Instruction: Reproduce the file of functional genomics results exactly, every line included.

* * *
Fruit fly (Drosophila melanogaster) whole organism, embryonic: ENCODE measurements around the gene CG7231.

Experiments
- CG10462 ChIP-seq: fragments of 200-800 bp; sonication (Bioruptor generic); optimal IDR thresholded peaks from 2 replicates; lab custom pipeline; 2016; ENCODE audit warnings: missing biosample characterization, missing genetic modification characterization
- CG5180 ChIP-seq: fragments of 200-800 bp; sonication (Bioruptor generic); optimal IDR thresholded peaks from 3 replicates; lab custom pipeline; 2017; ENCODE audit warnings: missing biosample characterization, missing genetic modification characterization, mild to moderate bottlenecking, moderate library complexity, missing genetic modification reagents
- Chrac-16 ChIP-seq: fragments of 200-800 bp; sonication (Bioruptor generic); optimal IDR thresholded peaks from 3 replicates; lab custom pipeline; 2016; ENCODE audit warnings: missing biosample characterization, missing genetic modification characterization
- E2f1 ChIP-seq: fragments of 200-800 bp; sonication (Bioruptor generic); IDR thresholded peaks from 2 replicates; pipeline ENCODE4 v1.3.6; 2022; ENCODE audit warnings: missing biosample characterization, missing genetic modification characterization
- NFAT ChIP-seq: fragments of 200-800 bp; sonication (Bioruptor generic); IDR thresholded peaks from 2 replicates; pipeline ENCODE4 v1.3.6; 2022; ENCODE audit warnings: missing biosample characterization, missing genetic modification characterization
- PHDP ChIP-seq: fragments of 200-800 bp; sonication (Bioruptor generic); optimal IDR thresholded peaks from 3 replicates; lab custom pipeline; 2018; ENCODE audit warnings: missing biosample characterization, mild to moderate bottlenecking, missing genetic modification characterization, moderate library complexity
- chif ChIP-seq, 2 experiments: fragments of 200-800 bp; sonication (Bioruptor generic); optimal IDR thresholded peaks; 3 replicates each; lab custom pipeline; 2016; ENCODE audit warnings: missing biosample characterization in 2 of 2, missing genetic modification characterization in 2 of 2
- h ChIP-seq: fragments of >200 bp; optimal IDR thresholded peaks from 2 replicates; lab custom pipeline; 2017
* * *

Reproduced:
Fruit fly (Drosophila melanogaster) whole organism, embryonic: ENCODE measurements around the gene CG7231.

Experiments
- CG10462 ChIP-seq: fragments of 200-800 bp; sonication (Bioruptor generic); optimal IDR thresholded peaks from 2 replicates; lab custom pipeline; 2016; ENCODE audit warnings: missing biosample characterization, missing genetic modification characterization
- CG5180 ChIP-seq: fragments of 200-800 bp; sonication (Bioruptor generic); optimal IDR thresholded peaks from 3 replicates; lab custom pipeline; 2017; ENCODE audit warnings: missing biosample characterization, missing genetic modification characterization, mild to moderate bottlenecking, moderate library complexity, missing genetic modification reagents
- Chrac-16 ChIP-seq: fragments of 200-800 bp; sonication (Bioruptor generic); optimal IDR thresholded peaks from 3 replicates; lab custom pipeline; 2016; ENCODE audit warnings: missing biosample characterization, missing genetic modification characterization
- E2f1 ChIP-seq: fragments of 200-800 bp; sonication (Bioruptor generic); IDR thresholded peaks from 2 replicates; pipeline ENCODE4 v1.3.6; 2022; ENCODE audit warnings: missing biosample characterization, missing genetic modification characterization
- NFAT ChIP-seq: fragments of 200-800 bp; sonication (Bioruptor generic); IDR thresholded peaks from 2 replicates; pipeline ENCODE4 v1.3.6; 2022; ENCODE audit warnings: missing biosample characterization, missing genetic modification characterization
- PHDP ChIP-seq: fragments of 200-800 bp; sonication (Bioruptor generic); optimal IDR thresholded peaks from 3 replicates; lab custom pipeline; 2018; ENCODE audit warnings: missing biosample characterization, mild to moderate bottlenecking, missing genetic modification characterization, moderate library complexity
- chif ChIP-seq, 2 experiments: fragments of 200-800 bp; sonication (Bioruptor generic); optimal IDR thresholded peaks; 3 replicates each; lab custom pipeline; 2016; ENCODE audit warnings: missing biosample characterization in 2 of 2, missing genetic modification characterization in 2 of 2
- h ChIP-seq: fragments of >200 bp; optimal IDR thresholded peaks from 2 replicates; lab custom pipeline; 2017